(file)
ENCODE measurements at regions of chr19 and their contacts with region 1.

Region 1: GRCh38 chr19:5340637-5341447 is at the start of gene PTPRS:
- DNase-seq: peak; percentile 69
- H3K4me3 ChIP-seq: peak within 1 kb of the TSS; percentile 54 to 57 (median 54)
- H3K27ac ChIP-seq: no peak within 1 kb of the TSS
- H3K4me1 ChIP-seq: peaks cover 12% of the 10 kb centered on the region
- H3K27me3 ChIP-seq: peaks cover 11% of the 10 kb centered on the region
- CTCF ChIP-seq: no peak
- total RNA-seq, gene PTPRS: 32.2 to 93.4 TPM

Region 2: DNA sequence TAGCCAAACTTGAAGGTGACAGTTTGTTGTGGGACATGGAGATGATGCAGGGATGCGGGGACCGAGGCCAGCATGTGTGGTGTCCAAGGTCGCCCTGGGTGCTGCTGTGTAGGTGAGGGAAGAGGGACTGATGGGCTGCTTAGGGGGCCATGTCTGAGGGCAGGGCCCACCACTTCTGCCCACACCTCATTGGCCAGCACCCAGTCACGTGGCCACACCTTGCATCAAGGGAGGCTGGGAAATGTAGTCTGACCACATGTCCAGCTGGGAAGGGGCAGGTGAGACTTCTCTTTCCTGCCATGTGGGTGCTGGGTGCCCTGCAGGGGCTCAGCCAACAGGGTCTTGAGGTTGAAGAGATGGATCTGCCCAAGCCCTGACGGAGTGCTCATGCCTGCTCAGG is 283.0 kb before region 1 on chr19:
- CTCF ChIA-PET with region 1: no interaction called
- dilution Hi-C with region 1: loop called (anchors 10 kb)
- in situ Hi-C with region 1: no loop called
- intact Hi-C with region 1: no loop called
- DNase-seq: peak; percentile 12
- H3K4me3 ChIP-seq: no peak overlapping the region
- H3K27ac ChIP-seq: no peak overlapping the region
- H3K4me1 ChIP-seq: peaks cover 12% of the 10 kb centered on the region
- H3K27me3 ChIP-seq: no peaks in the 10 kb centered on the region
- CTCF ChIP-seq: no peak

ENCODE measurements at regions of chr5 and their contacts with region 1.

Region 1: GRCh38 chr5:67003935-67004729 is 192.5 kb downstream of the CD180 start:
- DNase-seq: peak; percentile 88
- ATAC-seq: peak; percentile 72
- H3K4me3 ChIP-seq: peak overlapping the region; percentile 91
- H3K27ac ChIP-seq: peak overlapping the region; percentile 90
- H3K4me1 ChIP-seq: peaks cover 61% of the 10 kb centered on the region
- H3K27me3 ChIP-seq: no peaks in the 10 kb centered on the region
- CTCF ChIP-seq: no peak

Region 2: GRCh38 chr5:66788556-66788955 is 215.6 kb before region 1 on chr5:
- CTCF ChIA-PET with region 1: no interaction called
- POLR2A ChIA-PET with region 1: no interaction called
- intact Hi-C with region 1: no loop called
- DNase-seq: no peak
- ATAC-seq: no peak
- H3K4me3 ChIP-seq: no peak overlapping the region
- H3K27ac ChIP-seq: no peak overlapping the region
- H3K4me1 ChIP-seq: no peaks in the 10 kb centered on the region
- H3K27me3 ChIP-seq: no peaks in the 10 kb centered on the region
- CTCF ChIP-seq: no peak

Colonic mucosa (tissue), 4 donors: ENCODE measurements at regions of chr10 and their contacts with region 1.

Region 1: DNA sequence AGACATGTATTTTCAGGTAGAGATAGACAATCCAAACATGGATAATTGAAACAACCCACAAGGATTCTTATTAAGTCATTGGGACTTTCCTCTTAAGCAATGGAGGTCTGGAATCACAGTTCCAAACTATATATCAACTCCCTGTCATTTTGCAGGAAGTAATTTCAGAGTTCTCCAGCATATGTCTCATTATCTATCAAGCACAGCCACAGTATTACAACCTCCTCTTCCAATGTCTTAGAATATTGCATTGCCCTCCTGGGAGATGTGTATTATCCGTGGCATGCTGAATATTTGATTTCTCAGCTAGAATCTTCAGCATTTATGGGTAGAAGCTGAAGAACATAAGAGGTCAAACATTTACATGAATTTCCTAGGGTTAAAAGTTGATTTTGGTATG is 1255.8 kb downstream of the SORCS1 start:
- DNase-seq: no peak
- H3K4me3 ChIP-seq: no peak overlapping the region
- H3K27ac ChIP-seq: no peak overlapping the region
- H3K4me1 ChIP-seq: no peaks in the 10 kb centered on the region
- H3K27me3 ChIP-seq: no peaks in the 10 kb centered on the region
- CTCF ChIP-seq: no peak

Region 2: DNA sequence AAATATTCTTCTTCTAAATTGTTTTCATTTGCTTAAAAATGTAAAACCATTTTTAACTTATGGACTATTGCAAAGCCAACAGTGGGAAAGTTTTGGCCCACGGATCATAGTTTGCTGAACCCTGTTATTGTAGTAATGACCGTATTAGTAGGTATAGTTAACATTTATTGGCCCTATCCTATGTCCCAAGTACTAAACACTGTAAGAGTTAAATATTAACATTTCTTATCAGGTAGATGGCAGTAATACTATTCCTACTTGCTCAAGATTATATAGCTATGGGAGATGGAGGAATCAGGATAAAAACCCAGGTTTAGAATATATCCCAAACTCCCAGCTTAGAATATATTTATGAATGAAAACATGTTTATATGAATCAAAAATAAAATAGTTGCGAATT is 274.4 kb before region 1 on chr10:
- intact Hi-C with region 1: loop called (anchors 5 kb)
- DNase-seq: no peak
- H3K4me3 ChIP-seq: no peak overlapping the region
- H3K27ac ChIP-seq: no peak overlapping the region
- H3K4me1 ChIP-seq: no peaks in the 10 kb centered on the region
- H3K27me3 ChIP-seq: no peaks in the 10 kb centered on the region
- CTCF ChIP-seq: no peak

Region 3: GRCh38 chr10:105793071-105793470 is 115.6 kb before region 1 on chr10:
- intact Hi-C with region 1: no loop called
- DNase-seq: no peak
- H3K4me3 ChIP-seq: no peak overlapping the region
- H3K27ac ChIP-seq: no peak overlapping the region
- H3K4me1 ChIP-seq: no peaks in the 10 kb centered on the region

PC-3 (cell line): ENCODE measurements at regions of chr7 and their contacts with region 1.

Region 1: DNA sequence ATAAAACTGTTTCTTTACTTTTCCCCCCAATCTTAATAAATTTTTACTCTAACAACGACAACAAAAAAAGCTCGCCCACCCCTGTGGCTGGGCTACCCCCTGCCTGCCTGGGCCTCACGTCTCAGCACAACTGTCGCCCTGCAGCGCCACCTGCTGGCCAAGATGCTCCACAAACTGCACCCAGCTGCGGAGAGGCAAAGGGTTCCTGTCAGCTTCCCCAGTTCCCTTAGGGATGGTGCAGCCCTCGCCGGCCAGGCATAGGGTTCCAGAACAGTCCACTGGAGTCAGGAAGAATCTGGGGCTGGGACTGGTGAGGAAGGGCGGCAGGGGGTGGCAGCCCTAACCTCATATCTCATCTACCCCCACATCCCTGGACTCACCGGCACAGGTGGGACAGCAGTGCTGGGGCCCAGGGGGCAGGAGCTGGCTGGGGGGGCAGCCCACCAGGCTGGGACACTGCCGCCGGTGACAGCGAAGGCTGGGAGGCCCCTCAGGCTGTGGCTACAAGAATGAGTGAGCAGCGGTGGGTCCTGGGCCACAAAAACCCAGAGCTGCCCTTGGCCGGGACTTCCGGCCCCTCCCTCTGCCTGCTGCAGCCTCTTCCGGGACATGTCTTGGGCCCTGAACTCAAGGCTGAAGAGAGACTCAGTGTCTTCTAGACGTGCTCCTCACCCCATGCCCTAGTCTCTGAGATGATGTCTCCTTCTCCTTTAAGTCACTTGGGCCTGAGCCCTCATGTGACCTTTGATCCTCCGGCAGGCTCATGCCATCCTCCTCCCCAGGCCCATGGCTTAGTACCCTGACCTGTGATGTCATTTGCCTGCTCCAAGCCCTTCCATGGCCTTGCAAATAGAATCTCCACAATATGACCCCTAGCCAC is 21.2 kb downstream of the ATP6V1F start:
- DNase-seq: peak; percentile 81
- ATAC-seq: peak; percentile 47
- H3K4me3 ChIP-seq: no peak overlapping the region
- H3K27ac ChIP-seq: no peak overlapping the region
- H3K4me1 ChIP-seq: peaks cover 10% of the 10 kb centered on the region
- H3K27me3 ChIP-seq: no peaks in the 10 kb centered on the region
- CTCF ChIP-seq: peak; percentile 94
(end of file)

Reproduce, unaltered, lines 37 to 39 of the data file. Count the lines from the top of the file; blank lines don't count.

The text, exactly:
- H3K27ac ChIP-seq: no peak overlapping the region
- H3K4me1 ChIP-seq: no peaks in the 10 kb centered on the region
- H3K27me3 ChIP-seq: no peaks in the 10 kb centered on the region